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Cuba's taking action to better its future

by Breonnah Colón | editor- in- chief
Tue, Oct 2nd 2018 02:00 pm

The Caribbean is frequently cited at the ideal vacation spot for Americans. With beautiful beaches, tropical fruit and delicious food, it’s hard to blame anyone for fantasizing about the gorgeous days that roll across the shores of caribbean islands. Each day offers an excursion to a luscious forest, a rare trip into once indigenous grounds and let’s not forget the drinks! However, this fanciful thinking tends to take away from the gritty everyday lives locals can have. After all, caribbean islands may be vacation destinations for some, but they serve as homes for many others. 

It should be noted by potential vacationers that these islands have actual communities that don’t merely serve as the backdrop or a #takemeback selfie. Locations such as Puerto Rico and the Dominican Republic have long since been a popular go-to for these all too excited to sit at beach, but couldn’t properly pronounce a roadside sign vacationers. 

There’s been an island that has been off-limits for some time, in fact off-limits for longer than many spring vacationers have been alive: Cuba.

The United States has a tendency of depicting countries who go against its own personal standards, even if it was done to stand up for its rights. In the case of Cuban-U.S. relations, there virtually were none for several decades. This was caused in large part due to what is now known as the Cold War and the relationship Russia had with the U.S. In 1959, a Cuban revolutionary, the notorious Fidel Castro overthrew a regime supported by the U.S. and established a socialist state closely allied with the Soviet Union at the time. According to cfr.org, the U.S. did not take kindly to this self-acclaimed governance. The site explains, “during the half century that followed, successive U.S. administrations pursued policies intended to isolate the island country economically and diplomatically. The United States has sanctioned Cuba longer than any other country.”

Castro’s socialists dictatorship didn’t exactly fair well for the Cubans living under his rule, particularly those who went against him. However, this wasn’t necessarily the main issue for the U.S. The reason for the sanctions and isolation imposed on the country mostly had to do with the audacity of a coup going against U.S. influence. Regardless of its reasons, the U.S. severed ties with the island, making it nearly impossible for citizens of either country to travel between the two nations freely. 

This animosity lasted from the end of the 50s until as recently as 2008, when former president Barack Obama took office. Reforms made by both governments allowed for less strict trading and travel policies. The Obama administration not only removed Cuba from the Federal Bureau of Investigation’s “blacklist,” which counted the island amongst a list of other countries labeled as sponsors of terrorism, but also worked with the Cuban government to re-establish embassies. Obama’s work paid off, with him being the first U.S. president to visit the island since Calvin Coolidge in 1928.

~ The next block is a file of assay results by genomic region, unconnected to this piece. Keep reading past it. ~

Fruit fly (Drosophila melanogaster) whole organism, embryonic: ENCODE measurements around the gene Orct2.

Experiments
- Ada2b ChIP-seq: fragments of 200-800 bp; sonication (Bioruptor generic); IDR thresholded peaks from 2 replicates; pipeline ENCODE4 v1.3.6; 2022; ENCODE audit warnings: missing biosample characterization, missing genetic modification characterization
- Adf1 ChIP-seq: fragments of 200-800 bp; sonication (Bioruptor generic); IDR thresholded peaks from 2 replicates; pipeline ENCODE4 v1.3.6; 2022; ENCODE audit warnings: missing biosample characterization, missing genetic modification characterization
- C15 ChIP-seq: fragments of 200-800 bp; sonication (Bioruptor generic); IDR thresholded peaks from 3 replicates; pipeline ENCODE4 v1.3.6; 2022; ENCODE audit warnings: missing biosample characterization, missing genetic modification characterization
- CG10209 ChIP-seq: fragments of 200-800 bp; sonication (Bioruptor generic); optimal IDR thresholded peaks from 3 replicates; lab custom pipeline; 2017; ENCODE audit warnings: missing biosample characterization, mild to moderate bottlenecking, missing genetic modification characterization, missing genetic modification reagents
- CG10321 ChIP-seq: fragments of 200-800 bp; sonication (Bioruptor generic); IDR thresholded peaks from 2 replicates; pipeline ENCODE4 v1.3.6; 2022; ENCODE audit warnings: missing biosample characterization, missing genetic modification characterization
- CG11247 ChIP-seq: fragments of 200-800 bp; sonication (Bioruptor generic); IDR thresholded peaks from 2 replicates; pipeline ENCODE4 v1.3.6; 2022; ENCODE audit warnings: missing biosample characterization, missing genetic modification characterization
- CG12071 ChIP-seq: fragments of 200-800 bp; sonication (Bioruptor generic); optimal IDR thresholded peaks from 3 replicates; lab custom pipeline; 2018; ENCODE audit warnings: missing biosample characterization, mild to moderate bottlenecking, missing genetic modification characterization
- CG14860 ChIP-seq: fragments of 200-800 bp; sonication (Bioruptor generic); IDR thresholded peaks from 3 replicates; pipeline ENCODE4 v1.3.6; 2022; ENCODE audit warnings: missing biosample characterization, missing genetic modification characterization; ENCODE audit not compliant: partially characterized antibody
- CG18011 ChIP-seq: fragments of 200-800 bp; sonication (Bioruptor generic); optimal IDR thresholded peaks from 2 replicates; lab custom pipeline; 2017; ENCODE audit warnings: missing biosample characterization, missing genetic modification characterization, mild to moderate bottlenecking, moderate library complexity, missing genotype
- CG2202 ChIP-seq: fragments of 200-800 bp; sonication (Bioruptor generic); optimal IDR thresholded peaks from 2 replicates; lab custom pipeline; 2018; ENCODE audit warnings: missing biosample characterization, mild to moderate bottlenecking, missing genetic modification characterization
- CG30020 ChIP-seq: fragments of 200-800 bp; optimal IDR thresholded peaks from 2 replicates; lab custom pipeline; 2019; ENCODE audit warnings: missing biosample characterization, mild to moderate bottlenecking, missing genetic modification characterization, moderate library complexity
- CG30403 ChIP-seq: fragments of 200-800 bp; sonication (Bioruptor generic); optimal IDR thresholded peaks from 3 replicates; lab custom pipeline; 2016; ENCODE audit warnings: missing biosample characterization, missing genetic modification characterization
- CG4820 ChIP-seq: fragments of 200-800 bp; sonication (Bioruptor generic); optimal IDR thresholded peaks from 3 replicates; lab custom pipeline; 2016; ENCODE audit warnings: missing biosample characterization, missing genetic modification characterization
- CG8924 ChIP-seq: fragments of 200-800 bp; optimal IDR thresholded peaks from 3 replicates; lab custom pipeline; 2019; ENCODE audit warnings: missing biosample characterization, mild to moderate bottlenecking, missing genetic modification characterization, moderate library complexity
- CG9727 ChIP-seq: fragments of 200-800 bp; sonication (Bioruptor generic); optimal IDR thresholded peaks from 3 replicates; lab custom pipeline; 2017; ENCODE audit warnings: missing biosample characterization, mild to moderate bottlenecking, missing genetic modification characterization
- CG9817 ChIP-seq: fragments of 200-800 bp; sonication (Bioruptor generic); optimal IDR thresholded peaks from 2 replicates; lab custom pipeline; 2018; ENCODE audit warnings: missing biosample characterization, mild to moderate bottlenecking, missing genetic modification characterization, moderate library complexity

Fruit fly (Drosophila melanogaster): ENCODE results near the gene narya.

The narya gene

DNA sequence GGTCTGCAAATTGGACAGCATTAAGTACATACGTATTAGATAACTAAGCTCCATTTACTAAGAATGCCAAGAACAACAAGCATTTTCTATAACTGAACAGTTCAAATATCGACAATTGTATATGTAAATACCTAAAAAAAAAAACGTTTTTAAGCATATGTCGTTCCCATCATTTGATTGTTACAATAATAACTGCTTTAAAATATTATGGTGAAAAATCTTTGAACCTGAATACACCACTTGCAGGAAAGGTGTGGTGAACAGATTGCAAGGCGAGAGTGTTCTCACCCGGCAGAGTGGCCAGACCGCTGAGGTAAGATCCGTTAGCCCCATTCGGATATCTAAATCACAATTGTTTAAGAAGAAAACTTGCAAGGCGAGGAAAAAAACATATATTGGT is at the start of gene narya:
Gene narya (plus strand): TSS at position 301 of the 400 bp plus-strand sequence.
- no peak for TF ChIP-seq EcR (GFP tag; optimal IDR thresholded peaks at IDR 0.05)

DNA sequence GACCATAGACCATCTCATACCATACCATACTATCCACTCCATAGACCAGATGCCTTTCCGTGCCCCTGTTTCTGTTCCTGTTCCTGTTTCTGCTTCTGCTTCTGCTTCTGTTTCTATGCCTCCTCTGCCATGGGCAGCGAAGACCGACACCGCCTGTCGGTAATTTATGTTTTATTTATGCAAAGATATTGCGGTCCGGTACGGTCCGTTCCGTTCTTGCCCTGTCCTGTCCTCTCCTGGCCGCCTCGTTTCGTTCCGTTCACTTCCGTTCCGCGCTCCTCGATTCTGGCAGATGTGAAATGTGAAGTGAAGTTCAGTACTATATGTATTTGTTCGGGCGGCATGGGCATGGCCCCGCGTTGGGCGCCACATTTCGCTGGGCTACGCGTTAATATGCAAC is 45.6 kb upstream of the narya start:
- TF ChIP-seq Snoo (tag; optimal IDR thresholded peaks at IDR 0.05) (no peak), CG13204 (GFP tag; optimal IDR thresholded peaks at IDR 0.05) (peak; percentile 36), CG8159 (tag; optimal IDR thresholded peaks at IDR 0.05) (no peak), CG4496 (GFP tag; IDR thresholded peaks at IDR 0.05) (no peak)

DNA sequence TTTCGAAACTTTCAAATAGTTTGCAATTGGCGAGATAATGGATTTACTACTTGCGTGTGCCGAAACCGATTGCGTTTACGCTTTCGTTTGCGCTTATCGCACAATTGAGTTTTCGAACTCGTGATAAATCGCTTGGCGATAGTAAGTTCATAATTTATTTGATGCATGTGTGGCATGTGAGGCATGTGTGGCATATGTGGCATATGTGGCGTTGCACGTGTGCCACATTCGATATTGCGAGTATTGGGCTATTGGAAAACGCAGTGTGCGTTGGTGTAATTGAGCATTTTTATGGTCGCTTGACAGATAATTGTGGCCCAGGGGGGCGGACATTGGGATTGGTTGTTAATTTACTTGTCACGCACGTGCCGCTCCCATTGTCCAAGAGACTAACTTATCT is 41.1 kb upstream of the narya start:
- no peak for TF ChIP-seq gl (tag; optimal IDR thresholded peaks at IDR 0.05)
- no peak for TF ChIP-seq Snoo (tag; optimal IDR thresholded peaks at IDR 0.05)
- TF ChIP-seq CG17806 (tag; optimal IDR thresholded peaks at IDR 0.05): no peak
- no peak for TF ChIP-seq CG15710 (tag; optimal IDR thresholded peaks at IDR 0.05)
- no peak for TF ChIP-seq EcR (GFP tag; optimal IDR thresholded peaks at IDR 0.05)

As impactful as the changes regarding the U.S. and Cuban relations have been, it only touches the surface of changes the country is undergoing. Cuba is a third-world country and has been run under a strict socialist dictatorship, a situation which doesn’t bode well for most countries. Due to lack to trading options and a very strict government with harsh rules, the country doesn’t have much money, a cost felt the most by citizens. One example of the daily struggle felt by poorer Cubans is the fact that the country’s government has cut funds for sanitation trucks. According to cibercuba.com, officials made drastic cuts due to alleged high costs. The increase of sanitation trucks didn’t impact the amount of garbage produced, though. The end result is much more garbage littering the streets. 

However, not all changes being made are negative, Al Jazeera explained earlier in the year the Cuban government is working to re-draft its constitution. The new draft, which will be sent out for a “popular consultation” if approved, doesn’t include a strict goal to further establish a communist society, opting to focus on socialism instead. The new constitution also allegedly hints at the possibility of being open to gay marriage. 

Cuba still has a long way to go. Being isolated from the world certainly has had some limiting effects on both the growth of the country and its people. However, change is in the air and the country has a bright future to look forward to. As Americans it is our duty to remain knowledgeable of our interactions with other countries and the lasting impacts we have on them. Many people’s tropical getaways are the actual homes for thousands of others and it is our duty to respect not just the culture, but also the history of those who make up the other America.


stylus@brockport.edu | @b_co___ 

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